SAN ANTONIO – Law enforcement officers are trained to go, go, go, but when it comes to responding to mental health calls, they are trained to slow down and engage.
Danny Herrera is with the San Antonio Police Department Mental Health Unit. He said every officer is trained to understand what is in front of them when they arrive.
“Ask open-ended questions to get a sense of what’s really going on, why this person may be acting a certain way,” Herrera said. “So we’re really trained to slow down the call most of the time to better understand what’s really going on.”
It’s a different approach, but one the community has asked for to safely end situations involving mental crisis calls. The majority of Bexar County agencies have agents who have received 40 hours of crisis response. Each officer takes a refresher course every three years.
Herrera is part of a specialized unit that follows up on individuals and families involving a chronic person who has persistent problems. He appears in civilian clothes to hire the person.
“When it’s a chronic person who has a problem where maybe one patrol can’t fix it and they need something where it’s a commitment from us over time, months, sometimes years, we will get a referral, an email from that patroller, and then it will be assigned to someone in our unit,” he said. “From there, we will really engage with these people to ensure long-term stabilization. Sometimes you can’t resolve this call within this time frame. It becomes a problem where you have to go ahead and engage with that person for months and sometimes years.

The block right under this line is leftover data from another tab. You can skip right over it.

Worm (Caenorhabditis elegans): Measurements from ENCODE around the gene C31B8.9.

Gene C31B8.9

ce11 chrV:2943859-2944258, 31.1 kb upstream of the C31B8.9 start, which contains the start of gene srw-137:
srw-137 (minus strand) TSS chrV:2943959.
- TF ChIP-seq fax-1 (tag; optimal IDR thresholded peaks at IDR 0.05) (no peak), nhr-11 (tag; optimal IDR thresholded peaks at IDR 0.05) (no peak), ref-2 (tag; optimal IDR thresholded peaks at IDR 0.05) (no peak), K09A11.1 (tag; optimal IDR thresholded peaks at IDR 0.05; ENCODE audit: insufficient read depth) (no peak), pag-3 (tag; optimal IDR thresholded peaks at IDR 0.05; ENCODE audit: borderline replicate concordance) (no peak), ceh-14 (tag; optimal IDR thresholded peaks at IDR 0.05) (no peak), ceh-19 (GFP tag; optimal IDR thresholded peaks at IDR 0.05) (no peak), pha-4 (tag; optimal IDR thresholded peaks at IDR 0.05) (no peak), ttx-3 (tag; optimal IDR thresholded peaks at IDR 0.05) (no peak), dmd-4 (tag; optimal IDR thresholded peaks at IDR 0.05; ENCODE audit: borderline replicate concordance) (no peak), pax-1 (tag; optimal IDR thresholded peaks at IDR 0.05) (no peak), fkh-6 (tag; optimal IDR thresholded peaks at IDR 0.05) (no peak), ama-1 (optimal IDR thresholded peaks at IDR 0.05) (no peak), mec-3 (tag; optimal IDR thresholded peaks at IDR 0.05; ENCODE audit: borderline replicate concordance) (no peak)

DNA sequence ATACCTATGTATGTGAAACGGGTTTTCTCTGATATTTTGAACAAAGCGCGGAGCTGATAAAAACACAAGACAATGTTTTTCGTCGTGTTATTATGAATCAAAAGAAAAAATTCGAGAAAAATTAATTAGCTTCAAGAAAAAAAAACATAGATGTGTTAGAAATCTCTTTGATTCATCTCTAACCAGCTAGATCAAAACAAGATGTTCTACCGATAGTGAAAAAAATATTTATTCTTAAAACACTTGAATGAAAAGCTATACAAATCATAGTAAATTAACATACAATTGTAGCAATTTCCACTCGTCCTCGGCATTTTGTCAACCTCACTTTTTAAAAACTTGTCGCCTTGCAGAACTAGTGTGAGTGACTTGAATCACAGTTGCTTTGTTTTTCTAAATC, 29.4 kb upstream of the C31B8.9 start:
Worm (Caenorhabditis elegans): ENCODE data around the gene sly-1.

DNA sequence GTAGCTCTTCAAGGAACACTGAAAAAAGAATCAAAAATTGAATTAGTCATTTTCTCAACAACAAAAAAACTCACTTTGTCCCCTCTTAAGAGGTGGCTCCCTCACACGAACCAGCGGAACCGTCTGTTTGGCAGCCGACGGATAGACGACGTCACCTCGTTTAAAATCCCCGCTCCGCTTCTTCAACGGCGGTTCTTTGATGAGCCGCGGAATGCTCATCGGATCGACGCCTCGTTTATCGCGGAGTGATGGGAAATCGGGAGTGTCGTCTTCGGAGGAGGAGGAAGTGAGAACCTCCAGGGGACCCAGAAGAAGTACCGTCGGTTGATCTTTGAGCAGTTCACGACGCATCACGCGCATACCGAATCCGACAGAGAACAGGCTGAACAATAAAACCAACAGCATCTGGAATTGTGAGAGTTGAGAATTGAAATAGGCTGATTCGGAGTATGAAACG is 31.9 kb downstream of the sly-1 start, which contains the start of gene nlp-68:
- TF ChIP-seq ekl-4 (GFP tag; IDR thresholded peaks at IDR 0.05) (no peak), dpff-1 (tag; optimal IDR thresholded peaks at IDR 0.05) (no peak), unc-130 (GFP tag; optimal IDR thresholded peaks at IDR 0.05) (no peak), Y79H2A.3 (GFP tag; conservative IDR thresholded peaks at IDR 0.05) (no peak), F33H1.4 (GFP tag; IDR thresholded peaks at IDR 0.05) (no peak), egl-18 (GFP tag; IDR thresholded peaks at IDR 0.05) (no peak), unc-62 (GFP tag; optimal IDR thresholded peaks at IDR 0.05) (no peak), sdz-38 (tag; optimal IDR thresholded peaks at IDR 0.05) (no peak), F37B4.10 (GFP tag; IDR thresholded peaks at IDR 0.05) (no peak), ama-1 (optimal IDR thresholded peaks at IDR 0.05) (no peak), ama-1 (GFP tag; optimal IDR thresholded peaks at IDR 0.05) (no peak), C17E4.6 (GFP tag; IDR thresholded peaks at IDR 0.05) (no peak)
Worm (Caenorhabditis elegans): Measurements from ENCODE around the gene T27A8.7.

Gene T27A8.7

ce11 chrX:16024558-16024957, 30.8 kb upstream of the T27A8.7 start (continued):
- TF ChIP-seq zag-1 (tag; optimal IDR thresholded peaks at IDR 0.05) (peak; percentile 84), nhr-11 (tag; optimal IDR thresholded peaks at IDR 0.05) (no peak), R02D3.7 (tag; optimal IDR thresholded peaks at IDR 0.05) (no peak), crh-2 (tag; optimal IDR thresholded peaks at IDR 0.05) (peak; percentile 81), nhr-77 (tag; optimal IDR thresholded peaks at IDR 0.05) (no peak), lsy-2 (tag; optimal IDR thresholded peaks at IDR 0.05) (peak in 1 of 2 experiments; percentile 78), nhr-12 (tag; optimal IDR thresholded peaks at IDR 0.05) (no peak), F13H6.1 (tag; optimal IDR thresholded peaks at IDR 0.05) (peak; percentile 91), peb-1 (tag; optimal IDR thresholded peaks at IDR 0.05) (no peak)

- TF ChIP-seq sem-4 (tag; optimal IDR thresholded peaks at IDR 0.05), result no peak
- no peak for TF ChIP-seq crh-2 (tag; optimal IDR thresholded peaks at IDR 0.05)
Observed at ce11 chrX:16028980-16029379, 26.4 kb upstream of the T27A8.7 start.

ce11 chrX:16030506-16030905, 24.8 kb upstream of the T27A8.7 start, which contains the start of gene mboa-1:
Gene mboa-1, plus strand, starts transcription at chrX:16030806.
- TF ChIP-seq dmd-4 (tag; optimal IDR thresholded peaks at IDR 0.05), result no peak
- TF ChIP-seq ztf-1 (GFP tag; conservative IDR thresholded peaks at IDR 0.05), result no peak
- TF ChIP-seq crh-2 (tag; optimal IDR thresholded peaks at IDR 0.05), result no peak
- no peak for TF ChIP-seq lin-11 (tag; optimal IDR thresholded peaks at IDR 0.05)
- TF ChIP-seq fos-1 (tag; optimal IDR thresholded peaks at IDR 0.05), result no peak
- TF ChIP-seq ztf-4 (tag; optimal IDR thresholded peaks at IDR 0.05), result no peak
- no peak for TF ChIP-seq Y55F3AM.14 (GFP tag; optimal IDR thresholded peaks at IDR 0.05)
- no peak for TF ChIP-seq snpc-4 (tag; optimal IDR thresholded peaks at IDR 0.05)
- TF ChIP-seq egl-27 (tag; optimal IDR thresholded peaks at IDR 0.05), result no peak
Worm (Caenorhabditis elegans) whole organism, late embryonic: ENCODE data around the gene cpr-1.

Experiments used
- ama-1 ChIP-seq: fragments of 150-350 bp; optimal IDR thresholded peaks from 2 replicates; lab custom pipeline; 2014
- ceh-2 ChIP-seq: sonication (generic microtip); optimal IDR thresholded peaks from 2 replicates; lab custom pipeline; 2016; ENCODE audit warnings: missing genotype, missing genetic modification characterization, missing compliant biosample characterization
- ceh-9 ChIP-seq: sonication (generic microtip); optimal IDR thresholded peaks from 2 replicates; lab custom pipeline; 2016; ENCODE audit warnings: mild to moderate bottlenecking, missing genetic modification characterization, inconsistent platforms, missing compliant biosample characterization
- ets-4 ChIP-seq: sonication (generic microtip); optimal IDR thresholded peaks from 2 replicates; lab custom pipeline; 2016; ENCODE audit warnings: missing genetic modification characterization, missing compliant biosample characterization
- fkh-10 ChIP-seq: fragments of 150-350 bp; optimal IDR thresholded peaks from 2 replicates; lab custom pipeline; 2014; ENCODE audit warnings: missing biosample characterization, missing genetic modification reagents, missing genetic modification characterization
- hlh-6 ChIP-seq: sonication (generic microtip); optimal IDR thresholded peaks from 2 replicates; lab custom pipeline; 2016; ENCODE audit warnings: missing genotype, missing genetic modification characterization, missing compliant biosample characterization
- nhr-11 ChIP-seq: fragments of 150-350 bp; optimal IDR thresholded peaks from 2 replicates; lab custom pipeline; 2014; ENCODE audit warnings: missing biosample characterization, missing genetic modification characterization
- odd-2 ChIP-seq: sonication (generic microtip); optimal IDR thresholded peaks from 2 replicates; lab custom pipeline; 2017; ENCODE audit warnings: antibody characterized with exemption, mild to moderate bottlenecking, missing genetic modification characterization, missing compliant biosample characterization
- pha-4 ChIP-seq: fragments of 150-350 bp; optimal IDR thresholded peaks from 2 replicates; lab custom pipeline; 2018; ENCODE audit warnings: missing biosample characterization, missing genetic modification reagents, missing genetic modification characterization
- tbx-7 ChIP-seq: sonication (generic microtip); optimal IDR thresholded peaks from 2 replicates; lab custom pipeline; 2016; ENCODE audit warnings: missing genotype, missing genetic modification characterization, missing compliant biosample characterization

Mike Davis, an instructor with the Council of Alamo Area Governments, teaches cadets and officers how to assess whether a person has a mental health crisis, is mentally handicapped, or poses a danger to the public.
“The goal is for everyone to go home at the end of the day, not just them but the people they help, and to build trust and that’s really what it’s all about,” did he declare.
An officer’s initial handling of a mental crisis call will set the tone with that person, their family and neighbors.
Cadets use simulators to practice dealing with people in mental distress and to negotiate.
Much of the training that was once reserved for specialist units is now in the hands of everyday officers, dealing with some of these mental health crisis calls daily.
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